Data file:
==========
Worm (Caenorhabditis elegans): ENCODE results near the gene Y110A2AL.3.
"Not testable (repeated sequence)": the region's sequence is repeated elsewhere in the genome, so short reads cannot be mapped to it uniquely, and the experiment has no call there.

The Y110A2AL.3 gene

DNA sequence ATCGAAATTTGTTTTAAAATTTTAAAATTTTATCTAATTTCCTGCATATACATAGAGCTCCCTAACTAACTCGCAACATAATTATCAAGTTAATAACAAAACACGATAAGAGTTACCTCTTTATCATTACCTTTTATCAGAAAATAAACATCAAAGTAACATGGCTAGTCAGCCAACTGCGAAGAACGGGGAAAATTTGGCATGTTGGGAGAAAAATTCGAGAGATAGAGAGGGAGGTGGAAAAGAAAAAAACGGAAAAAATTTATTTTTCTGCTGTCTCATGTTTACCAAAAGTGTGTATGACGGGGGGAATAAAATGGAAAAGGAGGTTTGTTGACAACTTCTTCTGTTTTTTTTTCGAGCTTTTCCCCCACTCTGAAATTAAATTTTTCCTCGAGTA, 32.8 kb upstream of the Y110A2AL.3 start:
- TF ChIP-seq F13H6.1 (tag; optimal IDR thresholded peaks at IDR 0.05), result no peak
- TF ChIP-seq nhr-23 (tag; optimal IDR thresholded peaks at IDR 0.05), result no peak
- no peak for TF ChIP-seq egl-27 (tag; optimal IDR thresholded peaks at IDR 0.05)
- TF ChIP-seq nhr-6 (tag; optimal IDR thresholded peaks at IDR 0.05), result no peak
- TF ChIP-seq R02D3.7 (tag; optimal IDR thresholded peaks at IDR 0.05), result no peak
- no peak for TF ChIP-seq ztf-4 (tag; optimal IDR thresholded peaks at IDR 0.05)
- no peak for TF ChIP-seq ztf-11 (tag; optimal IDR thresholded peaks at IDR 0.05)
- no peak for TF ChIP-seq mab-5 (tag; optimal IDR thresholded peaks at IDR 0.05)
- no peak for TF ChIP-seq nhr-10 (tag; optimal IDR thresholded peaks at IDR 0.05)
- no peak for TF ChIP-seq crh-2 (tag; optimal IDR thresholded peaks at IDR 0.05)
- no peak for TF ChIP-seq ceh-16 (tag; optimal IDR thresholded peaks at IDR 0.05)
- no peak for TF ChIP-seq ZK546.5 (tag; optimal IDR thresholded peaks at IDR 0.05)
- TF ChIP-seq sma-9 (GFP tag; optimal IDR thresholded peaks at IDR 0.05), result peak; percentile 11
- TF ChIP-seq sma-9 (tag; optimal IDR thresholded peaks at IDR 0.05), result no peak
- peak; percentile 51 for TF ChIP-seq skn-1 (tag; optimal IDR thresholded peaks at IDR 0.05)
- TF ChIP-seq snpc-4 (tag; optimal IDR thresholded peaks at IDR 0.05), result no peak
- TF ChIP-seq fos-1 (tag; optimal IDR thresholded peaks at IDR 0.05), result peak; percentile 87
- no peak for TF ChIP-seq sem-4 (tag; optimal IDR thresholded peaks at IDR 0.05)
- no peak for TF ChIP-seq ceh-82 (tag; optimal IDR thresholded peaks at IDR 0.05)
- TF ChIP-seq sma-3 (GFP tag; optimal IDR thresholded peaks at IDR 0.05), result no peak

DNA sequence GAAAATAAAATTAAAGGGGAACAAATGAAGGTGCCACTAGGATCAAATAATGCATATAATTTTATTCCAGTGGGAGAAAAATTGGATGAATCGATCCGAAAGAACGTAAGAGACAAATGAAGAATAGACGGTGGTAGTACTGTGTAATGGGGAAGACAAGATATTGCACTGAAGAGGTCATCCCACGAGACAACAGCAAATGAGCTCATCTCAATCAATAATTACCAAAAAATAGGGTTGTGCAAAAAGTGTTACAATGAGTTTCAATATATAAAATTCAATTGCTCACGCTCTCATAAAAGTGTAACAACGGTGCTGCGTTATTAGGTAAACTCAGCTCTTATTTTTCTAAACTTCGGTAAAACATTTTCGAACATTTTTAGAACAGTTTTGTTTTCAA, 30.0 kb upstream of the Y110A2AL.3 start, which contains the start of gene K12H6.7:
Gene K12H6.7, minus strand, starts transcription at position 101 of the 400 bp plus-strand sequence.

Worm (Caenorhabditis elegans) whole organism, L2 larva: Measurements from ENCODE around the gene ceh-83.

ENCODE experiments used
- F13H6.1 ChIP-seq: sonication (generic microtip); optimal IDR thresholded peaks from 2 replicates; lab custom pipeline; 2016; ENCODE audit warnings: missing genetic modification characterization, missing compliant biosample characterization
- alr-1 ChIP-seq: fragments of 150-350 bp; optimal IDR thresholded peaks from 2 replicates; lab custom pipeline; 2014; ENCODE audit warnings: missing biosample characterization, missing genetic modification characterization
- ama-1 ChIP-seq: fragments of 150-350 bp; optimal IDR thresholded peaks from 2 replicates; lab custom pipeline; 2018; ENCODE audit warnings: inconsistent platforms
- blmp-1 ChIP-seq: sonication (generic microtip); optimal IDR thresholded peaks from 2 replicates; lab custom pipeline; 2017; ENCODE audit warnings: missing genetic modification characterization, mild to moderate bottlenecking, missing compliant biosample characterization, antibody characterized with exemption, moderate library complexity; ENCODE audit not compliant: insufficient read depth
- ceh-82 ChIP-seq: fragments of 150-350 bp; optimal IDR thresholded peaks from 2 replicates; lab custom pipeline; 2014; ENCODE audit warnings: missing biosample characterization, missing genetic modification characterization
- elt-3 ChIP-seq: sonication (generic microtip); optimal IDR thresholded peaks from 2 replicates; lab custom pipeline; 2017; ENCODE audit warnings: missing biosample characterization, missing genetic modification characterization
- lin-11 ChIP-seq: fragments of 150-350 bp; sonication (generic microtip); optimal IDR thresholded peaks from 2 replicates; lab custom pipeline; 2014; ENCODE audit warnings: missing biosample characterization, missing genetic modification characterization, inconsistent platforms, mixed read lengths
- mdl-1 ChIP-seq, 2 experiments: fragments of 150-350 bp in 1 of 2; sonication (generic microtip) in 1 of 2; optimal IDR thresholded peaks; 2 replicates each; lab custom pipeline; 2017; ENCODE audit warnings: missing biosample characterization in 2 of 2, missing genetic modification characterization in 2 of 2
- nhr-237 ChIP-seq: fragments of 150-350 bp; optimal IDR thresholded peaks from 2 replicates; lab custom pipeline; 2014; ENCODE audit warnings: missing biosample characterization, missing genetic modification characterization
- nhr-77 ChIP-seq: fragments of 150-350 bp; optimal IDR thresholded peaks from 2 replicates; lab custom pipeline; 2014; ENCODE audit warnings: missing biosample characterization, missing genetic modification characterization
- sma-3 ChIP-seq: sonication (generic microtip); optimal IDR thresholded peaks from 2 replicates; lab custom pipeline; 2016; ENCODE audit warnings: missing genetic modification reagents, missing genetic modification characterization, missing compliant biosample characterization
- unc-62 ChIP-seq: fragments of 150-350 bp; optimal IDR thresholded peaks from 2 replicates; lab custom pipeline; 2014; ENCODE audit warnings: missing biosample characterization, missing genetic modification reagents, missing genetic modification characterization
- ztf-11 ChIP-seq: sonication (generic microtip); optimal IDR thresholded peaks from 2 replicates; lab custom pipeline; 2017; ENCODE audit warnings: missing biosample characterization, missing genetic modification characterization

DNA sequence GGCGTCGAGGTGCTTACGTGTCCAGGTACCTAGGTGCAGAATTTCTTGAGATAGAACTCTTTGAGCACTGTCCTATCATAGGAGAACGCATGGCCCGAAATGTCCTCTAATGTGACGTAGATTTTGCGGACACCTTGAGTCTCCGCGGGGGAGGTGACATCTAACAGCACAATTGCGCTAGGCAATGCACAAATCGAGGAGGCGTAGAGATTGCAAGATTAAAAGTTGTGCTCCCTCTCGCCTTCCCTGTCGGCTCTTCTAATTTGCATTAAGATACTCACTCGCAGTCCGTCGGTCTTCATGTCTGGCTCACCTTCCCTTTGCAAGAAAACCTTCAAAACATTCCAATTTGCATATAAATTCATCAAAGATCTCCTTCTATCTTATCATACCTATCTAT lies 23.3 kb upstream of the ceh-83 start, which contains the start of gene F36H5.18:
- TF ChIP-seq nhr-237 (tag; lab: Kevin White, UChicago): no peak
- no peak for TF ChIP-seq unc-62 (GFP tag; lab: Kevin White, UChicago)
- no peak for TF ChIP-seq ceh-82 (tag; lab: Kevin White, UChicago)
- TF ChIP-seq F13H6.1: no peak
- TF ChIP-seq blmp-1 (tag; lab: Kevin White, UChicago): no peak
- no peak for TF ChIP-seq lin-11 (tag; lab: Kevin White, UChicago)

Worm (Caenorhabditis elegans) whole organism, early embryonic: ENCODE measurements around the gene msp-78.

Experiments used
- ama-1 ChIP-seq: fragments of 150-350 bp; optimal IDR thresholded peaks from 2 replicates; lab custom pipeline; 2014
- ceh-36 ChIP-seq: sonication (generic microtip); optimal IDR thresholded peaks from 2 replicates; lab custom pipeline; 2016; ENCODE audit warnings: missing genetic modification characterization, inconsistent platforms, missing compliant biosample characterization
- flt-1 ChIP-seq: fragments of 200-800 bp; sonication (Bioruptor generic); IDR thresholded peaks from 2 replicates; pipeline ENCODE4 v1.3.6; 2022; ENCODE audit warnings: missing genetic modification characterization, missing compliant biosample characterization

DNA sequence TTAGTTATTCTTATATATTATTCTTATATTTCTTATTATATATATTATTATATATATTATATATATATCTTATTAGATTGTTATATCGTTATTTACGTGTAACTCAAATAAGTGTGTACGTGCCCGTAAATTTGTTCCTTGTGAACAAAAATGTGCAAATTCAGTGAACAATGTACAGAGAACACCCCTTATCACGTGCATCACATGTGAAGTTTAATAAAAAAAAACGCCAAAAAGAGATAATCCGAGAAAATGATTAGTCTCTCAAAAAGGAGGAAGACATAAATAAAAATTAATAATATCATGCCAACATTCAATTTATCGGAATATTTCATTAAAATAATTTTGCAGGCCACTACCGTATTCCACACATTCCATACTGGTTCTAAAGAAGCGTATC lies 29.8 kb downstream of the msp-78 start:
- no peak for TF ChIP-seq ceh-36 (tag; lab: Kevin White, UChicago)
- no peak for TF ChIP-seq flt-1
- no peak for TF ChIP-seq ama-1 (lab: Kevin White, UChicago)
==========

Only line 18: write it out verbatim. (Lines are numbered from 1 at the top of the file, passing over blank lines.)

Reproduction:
- TF ChIP-seq sma-9 (tag; optimal IDR thresholded peaks at IDR 0.05), result no peak